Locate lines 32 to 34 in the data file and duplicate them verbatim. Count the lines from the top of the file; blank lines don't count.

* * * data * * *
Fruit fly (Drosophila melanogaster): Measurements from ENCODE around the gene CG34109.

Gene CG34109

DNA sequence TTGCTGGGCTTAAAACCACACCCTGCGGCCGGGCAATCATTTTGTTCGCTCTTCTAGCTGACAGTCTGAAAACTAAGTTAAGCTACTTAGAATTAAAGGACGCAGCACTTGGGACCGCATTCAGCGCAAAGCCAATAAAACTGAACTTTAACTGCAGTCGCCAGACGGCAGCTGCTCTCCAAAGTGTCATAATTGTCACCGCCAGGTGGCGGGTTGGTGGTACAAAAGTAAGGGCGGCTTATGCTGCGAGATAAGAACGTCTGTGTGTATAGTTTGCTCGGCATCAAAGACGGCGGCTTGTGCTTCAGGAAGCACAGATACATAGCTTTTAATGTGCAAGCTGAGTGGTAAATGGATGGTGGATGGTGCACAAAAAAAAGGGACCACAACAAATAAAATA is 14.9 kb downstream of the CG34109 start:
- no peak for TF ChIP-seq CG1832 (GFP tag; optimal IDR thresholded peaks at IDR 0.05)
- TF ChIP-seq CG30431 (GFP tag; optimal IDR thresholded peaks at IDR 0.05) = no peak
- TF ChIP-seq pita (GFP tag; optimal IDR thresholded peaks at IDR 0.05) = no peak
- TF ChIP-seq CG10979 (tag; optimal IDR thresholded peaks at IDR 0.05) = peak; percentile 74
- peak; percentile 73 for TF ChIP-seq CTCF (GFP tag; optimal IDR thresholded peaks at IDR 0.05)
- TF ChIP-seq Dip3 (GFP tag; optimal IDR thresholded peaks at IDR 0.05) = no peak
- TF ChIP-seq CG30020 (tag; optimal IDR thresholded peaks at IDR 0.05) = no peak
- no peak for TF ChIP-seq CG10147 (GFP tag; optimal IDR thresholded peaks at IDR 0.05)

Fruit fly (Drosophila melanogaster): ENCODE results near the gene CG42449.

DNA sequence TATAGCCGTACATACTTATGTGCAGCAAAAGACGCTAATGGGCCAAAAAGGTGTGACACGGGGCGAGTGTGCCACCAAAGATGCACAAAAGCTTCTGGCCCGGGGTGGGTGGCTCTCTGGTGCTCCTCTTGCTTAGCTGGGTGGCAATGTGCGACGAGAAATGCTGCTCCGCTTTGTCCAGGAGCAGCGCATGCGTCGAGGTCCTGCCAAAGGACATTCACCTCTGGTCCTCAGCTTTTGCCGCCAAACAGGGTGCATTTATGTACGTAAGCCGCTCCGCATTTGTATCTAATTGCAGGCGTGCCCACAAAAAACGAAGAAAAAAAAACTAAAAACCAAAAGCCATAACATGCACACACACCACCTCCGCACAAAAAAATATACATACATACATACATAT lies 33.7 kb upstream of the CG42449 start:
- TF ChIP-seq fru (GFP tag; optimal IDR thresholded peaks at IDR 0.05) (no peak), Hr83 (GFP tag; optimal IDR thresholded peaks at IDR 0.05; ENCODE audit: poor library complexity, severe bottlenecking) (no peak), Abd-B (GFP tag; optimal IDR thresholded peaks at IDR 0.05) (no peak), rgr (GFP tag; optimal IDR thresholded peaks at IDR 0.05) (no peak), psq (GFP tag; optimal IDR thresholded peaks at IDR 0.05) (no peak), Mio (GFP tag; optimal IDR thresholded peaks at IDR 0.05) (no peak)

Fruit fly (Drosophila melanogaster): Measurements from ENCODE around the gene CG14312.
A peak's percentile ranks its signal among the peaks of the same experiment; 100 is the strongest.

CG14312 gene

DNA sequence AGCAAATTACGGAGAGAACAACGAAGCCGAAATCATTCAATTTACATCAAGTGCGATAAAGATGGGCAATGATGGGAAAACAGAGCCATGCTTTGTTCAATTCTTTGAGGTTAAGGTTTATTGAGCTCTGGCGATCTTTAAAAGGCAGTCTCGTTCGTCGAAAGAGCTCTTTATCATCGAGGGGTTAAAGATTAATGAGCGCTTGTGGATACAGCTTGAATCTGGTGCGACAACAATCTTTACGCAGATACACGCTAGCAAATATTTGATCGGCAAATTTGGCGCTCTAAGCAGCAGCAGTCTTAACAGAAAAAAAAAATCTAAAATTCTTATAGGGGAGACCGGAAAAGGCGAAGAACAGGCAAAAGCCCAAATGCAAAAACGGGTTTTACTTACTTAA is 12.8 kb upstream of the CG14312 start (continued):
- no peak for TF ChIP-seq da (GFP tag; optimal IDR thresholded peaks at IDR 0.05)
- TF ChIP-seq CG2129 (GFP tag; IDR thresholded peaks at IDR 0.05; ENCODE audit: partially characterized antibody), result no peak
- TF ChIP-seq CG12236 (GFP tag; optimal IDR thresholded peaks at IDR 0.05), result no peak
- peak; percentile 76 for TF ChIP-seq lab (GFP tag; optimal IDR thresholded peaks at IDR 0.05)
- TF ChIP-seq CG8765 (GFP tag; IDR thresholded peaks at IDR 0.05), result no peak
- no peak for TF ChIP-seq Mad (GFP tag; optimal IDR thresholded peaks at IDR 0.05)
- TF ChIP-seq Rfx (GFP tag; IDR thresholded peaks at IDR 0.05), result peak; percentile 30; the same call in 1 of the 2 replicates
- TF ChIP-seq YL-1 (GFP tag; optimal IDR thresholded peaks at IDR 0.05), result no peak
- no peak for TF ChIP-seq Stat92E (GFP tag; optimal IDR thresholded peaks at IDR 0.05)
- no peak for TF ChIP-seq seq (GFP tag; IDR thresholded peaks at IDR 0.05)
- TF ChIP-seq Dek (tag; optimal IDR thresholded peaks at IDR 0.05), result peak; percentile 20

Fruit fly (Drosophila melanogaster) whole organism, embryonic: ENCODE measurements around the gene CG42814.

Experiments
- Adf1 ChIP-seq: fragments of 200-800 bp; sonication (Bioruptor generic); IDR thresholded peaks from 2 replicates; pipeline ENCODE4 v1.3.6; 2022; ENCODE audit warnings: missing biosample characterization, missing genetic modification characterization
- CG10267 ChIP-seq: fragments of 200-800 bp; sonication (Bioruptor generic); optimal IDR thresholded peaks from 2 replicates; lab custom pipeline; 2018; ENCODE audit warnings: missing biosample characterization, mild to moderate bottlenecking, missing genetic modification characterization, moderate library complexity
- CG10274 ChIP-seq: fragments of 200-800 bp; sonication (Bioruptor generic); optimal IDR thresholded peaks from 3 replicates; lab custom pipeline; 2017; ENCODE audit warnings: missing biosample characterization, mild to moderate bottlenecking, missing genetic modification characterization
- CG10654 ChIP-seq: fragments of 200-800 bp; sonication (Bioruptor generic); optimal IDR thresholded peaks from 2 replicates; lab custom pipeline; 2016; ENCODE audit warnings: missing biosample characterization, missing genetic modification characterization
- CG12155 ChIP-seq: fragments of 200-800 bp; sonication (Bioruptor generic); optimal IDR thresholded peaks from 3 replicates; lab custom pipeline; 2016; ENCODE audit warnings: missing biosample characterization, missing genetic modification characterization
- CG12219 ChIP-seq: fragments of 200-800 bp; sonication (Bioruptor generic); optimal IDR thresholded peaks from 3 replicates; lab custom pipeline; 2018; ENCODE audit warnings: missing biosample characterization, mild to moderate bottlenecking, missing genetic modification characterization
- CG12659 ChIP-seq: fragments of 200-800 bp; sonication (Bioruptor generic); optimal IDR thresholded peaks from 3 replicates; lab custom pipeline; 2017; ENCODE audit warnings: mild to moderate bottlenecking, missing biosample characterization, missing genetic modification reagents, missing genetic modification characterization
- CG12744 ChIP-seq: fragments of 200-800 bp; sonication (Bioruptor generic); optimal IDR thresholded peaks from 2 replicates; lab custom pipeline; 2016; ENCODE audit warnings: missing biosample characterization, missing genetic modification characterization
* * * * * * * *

- Adf1 ChIP-seq: fragments of 200-800 bp; sonication (Bioruptor generic); IDR thresholded peaks from 2 replicates; pipeline ENCODE4 v1.3.6; 2022; ENCODE audit warnings: missing biosample characterization, missing genetic modification characterization
- CG10267 ChIP-seq: fragments of 200-800 bp; sonication (Bioruptor generic); optimal IDR thresholded peaks from 2 replicates; lab custom pipeline; 2018; ENCODE audit warnings: missing biosample characterization, mild to moderate bottlenecking, missing genetic modification characterization, moderate library complexity
- CG10274 ChIP-seq: fragments of 200-800 bp; sonication (Bioruptor generic); optimal IDR thresholded peaks from 3 replicates; lab custom pipeline; 2017; ENCODE audit warnings: missing biosample characterization, mild to moderate bottlenecking, missing genetic modification characterization